Royal Marines to be transformed into new 'special forces' commando unit in armed forces shake-up

THE Royal Marines are to be transformed into a new into a new Future Commando Force (FCF) to be deployed around the world on an ‘enduring basis’ in a major overhaul of the armed forces.

Monday, 22nd March 2021, 10:48 am
Updated Monday, 22nd March 2021, 10:53 am

The Ministry of Defence said the FCF will take on many of the traditional tasks of the special forces, the SAS and SBS, alongside a new army ranger regiment announced last week.

The changes are to be be set out in a defence command paper, as forces are braced to lose some ‘industrial age’ capabilities with older tanks, ships and warplanes to be axed or phased out early.

The biggest loser is expected to be the army, amid reports that around 10,000 troops are to be cut, reducing its overall strength to around 72,500.

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Pictured: Royal Marines from 45 Commando XRAY Company FSG (Fire Support Group) and members of ASG (Armoured Support Group) fire heavy weapons in Norway 2021. Photo: LPhot James Clarke

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The shake-up is also expected to see Portsmouth-based warship HMS Trent being moved to operate out of Gibraltar while investment in new space tech could bring a boom to aerospace firm, Airbus’s satellite-building HQ in the city.

Following the publication last week of the Integrated Review of foreign and defence policy, ministers say the changes are necessary to create a more agile military capable of countering evolving threats around the globe.

It will mean forces spending more time deployed overseas, either on operations or training, to support allies and to pre-empt and deter hostile powers such as Russia, identified in the Integrated Review as the ‘most acute threat’ to the UK.

The badge on the arm of a Royal Marines Commando as they prepare to storm a compound during a live exercise demonstration at Bovington Camp in Dorset. The Royal Marines are to be transformed into a new Future Commando Force (FCF) to be deployed around the world on an "enduring basis" in a major overhaul of the armed forces

The FCF will see the Royal Marines evolve from an ‘amphibious infantry’ held at readiness in the UK to a versatile, special operations-capable force ‘persistently forward-deployed’.

It will receive over £200m of direct investment over the next decade to carry out maritime security operations and to ‘pre-empt and deter sub-threshold activity, and counter state threats’.

The head of the army General Sir Mark Carleton-Smith indicated at the weekend the creation of the rangers alongside the FCF would free up the special forces to focus on the ‘most persistent and lethal threats’ associated with ‘hostile state actors’.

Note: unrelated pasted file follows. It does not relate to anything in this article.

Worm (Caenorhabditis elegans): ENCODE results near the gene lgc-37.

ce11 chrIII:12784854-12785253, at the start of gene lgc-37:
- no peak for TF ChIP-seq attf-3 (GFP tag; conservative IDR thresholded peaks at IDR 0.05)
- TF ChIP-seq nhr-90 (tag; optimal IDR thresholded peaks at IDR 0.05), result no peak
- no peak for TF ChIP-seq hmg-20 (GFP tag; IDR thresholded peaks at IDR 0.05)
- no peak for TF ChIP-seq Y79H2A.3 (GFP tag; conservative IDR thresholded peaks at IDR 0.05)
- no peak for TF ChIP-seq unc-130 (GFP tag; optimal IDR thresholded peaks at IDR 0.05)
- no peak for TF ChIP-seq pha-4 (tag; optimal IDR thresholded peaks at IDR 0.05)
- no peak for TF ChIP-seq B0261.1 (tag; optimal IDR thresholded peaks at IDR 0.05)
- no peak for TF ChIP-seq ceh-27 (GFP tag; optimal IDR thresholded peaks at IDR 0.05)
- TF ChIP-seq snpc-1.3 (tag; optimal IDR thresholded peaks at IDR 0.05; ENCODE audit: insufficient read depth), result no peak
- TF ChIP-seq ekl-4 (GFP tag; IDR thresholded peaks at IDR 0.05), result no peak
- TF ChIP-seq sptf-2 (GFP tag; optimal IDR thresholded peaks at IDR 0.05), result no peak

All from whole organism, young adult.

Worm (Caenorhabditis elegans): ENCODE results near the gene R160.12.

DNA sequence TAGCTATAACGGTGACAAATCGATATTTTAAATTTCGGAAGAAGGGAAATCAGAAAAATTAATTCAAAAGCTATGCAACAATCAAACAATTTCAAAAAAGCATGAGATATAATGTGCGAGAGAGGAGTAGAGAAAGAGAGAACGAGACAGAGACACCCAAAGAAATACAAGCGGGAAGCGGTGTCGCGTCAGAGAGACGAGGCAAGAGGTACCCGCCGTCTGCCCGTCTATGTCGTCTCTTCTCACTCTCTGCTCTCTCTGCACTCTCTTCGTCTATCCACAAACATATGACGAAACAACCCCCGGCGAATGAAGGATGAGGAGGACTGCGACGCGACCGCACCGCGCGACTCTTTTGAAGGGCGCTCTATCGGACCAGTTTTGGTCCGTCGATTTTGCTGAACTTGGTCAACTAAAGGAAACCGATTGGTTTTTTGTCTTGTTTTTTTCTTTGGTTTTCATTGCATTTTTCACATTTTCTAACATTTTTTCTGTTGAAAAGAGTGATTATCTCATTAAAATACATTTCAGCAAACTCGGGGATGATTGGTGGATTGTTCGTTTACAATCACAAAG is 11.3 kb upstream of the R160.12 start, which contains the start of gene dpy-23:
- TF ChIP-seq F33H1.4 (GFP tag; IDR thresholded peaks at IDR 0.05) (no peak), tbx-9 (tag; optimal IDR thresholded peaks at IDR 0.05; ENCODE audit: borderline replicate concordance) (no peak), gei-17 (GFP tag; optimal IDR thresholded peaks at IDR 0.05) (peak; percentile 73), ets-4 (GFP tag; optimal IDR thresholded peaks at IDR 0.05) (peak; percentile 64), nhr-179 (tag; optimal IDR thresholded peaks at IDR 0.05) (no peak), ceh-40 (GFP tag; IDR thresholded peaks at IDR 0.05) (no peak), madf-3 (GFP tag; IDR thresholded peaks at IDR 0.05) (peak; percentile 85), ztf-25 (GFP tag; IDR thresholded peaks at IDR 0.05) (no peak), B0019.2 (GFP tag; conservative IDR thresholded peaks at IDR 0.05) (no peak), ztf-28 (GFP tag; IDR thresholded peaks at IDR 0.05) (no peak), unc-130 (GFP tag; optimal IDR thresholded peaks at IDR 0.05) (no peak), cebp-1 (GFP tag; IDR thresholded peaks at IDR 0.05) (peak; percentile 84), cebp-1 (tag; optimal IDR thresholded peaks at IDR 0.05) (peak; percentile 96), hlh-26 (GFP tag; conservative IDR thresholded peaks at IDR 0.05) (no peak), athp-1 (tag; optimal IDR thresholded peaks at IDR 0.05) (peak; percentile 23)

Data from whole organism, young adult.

Ahead of the publication of the command paper, defence secretary Ben Wallace said: ‘From striking Daesh terrorists in Iraq, disrupting drug shipments and deterring Russian aggression in the Baltics, our armed forces already reach where others cannot.

‘In the coming years, we will broaden the spectrum of this worldwide engagement even further.

‘Across a vast global footprint, we will be constantly operating to deter our adversaries and reassure our friends, integrating with our allies, and ready to fight should it be necessary.”

The command paper will set out plans for HMS Trent operating from Gibraltar, supporting Nato allies in the Mediterranean and joining counter piracy patrols in the Gulf of Guinea off the coast of west Africa.

Overall, there will be more money for new capabilities such as electronic warfare and the development of autonomous systems such as drones.

The National Cyber Force will be expanded and there will be a new space command to co-ordinate the UK’s military and commercial space operations.

The army’s Challenger 2 main battle tanks are expected to be cut by a third and the Warrior infantry fighting vehicle and the C-130J Hercules transport aircraft taken out of service altogether.

Labour’s shadow defence secretary John Healey said: ‘Further army cuts could seriously limit our forces’ capacity simultaneously to deploy overseas, support allies and maintain strong national defences and resilience.

‘There’s a gulf between the government’s ambitions and its actions, which is set to grow with this new review.’

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